Opportunities for Airbnb Services in Spain, Europe.
Airbnb was established in 2008 in San Francisco, United States. The company has become a global player in the peer-to-peer online marketplace. In the homestay market, the company enables customers to rent or list periodical lodgings in residential properties in the destination countries, with the property owners setting accommodation prices (Abelsohn 24). Consequently, the company makes income through commissions from the property owners and the customers served. Since its establishment, the company has expanded its operations to over 191 countries and has listings in the most popular cities (Soto-Acosta, Simona and Daniel 3). The company has been widely appreciated for connecting vendors or homeowners with the users seeking to hire the facilities through the company’s website (Abelsohn 24).
In fact, it is considered to have introduced a new economic paradigm by which millions of investors are transformed into entrepreneurs (Stors and Andreas 17). However, as the company’s relevance and local impacts are increasingly felt, the need for such services in the tourism industry keeps surging. Consequently, the company has had to expand operations into other areas worldwide. The popularity of the services on online media has dramatically influenced the company’s performance at the international level (Albalate, Germà and Xavier 80).
Nevertheless, the company has had to engage in a qualitative assessment of the alternative markets in the foreign markets before extending operations. Among other factors to consider in the market assessment are the size of the market, the competition levels, and the legal and political factors. Again, social-cultural factors, relative wage rates, access to research and development, logistical requirements, customer needs, and infrastructures are essential factors that the company must evaluate in deciding to venture into the new markets. Therefore, this paper evaluates these factors’ influence on the entry of Airbnb Company to Spain in the European region.
A Brief Background of Spain
Tourism in Spain is a highly esteemed industry as it contributes significantly to its national economic life. Indeed, the country generates as much as 11% of the national GDP from the sector annually. The summer holidays attract the highest number of tourists from the UK, Germany, France, and Italy, among other countries (Bujosa and Jaume 363). Consequently, Spain boasts of the second biggest tourism industry in the world, and in 2015, the country was ranked the third most visited country. The country’s national airline is called Iberia and facilitates local and international transport. Spain has a well-developed transport infrastructure with highly developed road and rail networks.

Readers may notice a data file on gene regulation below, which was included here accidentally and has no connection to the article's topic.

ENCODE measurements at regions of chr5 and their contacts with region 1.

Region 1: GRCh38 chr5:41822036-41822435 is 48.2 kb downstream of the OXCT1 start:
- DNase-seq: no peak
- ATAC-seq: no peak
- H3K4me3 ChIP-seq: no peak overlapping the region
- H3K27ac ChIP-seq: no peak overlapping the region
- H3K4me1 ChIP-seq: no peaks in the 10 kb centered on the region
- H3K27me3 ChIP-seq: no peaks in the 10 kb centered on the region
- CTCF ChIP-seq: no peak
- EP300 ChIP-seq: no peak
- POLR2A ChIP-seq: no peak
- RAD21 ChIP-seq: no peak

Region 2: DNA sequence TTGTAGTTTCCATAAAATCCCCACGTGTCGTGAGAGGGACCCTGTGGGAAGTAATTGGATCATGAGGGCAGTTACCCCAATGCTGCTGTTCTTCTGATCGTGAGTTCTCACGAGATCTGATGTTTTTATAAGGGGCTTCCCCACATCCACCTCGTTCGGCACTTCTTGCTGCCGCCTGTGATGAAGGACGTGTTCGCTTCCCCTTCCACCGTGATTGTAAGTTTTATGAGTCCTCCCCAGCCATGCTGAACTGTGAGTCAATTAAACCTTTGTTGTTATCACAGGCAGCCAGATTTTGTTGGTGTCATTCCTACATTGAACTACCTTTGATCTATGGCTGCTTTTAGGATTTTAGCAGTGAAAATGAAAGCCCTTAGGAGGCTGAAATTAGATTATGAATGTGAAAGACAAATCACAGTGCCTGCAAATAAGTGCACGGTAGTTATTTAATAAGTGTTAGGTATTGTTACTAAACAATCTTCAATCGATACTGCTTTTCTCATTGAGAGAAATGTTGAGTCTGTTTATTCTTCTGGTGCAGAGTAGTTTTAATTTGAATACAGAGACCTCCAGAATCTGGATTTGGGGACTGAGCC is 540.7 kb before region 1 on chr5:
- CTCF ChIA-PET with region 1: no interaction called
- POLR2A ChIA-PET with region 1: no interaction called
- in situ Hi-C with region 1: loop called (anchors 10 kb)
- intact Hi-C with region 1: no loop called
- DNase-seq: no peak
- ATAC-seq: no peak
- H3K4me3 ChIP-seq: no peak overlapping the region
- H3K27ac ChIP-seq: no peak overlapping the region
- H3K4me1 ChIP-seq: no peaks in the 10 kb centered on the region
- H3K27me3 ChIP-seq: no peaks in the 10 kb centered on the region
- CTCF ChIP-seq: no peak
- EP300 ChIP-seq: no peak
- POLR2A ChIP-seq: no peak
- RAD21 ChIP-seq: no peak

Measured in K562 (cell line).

Besides, the country is easily accessible through waterways. Tourists, therefore, enjoy the advantage of improved efficiency in movement through high-speed trains and road systems (Nessfield 1). Local destinations and hotels also offer special transport for tourists to and from the country’s many summer beaches and resorts. In addition to the country’s tourist attraction sites and features, cultural tourism and business tourism thrive. Thousands of people visit the country for educational programs, festivals, and religious purposes (Nessfield 1).
Well-developed villas and residential quarters across the country provide visitors with adequate and comfortable living through rental services. Although locating some of the villas and the residential quarters could be argued to be easy in some of the regions could be considered easy, the process could be challenging in some other areas. Other important tourism features in the country are the attractive nightlife in the country’s cities, such as Barcelona and Madrid (Frías-Jamilena et al., 294). Finally, the country’s mountainous regions are great attractions for winter tourism. Accordingly, one can observe that the tourism industry thrives throughout the year.